Many first-time buyers are determined to start their journey on the property ladder despite affordability constraints. The demand for first-time buyer properties has increased by 35% compared to the ‘normal’ property market in 2019.
A recent study conducted by an eminent property search portal revealed that asking prices and rents for first-time buyer properties has risen three times faster compared to pre-pandemic years.
The average asking price for a first-time buyer home – two bedrooms and fewer – has increased by 13% since July 2020. This equivalates to a £17,557 increase. This is a much bigger rise than the 4% seen back between July 2018 and July 2020 (£8,069).
Rent prices are also climbing at sky-high rates. Since the beginning of the Coronavirus pandemic, rents have increased by 17%, or £128 per month. In fact, this is the fastest rate that has ever been recorded.
Alongside these ever-increasing prices, national average earnings have risen by 14% over the same period.
Average prices for first-time buyer properties have hit a new record also with the figure now standing at £224,943. As a result of this, 10% deposits have increased to an average number of £22,493, which is £2,560 higher than two years ago.
David Hollingworth from an online mortgage broker has stated that future homeowners saving for their first deposit are most likely to use the ‘Bank of Mum and Dad’.
Those that have been able to save that 10% deposit and secure a mortgage are now facing average monthly mortgage repayments that are 22% higher. This is due to increases in house prices and interest rates.
Chris Sykes, technical director at a mortgage specialist has suggested that the lack of housing supply is the reason behind the increasing prices as well as the ‘reluctance amongst second steppers to move further up the housing ladder’.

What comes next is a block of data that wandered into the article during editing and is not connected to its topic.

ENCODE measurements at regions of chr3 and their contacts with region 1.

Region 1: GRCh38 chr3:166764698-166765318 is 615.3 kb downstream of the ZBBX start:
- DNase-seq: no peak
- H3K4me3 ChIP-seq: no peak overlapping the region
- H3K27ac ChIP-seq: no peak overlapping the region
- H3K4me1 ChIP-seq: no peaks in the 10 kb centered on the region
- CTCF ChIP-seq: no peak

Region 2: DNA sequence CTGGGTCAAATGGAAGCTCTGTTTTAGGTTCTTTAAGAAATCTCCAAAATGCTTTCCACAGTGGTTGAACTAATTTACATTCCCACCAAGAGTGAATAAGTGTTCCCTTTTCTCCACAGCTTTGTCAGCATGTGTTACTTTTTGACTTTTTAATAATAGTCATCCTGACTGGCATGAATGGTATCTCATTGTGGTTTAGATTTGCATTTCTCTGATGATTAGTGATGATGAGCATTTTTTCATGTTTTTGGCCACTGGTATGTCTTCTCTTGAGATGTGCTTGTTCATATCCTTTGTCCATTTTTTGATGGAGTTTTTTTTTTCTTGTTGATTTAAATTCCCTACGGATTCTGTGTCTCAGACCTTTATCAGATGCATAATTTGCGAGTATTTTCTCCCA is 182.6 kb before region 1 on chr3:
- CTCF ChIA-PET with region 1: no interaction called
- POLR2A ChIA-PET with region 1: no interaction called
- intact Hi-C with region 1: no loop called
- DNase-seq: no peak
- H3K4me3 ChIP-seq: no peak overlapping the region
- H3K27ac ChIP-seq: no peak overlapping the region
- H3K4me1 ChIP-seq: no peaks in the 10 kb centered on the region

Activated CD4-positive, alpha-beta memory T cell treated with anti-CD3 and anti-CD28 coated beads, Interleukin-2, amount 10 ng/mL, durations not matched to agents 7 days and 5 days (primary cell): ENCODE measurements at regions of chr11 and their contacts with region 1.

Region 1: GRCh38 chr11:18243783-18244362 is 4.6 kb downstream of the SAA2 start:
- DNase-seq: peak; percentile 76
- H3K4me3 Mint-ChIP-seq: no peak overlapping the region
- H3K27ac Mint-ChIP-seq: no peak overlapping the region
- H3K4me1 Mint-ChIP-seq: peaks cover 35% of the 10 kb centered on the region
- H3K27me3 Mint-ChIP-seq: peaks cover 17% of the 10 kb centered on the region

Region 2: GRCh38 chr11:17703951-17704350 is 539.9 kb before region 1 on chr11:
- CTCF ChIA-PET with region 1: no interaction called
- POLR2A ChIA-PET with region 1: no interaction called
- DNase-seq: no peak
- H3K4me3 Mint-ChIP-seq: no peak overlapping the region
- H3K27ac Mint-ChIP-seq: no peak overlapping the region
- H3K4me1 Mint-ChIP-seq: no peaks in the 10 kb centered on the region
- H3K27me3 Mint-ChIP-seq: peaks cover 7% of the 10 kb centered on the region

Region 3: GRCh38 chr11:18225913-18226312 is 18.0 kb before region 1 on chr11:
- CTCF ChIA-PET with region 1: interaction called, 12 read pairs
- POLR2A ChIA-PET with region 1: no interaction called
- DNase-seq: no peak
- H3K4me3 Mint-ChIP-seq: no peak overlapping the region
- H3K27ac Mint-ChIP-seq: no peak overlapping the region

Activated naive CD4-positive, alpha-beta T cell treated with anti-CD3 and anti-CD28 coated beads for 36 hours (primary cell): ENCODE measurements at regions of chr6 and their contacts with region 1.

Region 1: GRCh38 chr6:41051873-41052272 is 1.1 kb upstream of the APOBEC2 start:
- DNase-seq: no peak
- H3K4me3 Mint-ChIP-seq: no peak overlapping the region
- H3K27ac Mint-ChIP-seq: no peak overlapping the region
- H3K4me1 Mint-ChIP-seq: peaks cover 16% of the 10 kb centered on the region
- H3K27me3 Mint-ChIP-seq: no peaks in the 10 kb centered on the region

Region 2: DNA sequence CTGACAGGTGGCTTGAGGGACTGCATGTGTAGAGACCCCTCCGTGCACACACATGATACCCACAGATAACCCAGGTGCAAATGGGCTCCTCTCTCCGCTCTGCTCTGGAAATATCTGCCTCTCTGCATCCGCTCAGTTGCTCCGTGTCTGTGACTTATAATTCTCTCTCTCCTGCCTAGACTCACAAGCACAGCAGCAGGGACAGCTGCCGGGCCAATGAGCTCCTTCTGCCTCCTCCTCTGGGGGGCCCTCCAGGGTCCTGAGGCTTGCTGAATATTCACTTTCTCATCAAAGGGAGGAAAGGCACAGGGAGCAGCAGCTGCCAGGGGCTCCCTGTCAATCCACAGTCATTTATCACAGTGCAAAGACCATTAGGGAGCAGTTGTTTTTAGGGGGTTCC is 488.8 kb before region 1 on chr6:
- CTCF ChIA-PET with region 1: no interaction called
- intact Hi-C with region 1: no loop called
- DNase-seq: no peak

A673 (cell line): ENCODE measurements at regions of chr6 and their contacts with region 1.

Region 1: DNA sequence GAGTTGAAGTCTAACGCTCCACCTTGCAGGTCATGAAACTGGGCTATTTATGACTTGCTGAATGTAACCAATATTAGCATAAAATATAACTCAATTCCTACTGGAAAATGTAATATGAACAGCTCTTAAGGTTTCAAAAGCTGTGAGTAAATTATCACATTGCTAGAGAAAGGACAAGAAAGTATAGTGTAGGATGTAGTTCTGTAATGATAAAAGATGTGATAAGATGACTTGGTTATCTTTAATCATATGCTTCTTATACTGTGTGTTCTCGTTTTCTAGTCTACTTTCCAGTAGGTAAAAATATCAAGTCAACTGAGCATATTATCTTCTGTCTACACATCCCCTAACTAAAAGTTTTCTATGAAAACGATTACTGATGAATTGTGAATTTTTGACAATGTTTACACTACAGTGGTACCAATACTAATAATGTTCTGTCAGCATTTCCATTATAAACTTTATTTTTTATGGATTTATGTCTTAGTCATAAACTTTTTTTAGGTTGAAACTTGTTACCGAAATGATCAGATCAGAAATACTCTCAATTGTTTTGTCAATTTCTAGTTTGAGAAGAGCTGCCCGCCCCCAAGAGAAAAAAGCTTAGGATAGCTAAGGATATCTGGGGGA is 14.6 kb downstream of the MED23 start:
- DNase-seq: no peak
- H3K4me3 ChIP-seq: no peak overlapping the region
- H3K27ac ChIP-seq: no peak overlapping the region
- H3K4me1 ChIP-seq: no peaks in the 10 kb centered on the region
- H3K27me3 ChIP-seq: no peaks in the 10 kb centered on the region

Furthermore, rising house prices and soaring energy bills are the biggest challenges that buyers are dealing with whilst buying their first home.
The government have begun to tackle the issue around lack of energy efficiency in homes. Net Zero sets out policies and proposals to decarbonise all sectors of the UK economy, including homes. The aim is to have met the Net Zero target by 2050.
Although many current and future homeowners are becoming more conscious of their energy efficiency rating as a result of Net Zero, there are still some that can’t afford to make the improvements.
According to a separate study conducted by the Mortgage Advice Bureau, 21% of respondents said they cannot afford to make home improvements and 28% said they will compromise on which improvements they make and focus on smaller jobs until they can afford more expensive ones.
Tim Bannister, the data expert for the well-known property portal, said: “Our affordability analysis highlights the many challenges first-time buyers are trying to navigate right now. For would-be first-time buyers who are trying to save up a deposit, they are chasing a fast-moving target as average asking prices for first-time buyer homes hit another new record, and rise more quickly than they did before the pandemic. For those that aren’t able to live with parents or family members while saving, they also have to manage paying record rents both inside and outside of London.
“We understand how difficult this challenge can be, and something we’ve seen more of over the last couple of years, particularly with working from home becoming more common, is people looking further away or at a greater number of different areas when looking to move, to see what is available within their budget.
“Those that have been able to save up a deposit are now facing rising interest rates when considering what they can afford to repay each month. Given the economic uncertainty at the moment, first-time buyers may seek some financial certainty by locking in a longer fixed-rate mortgage term now, before interest rates rise again.”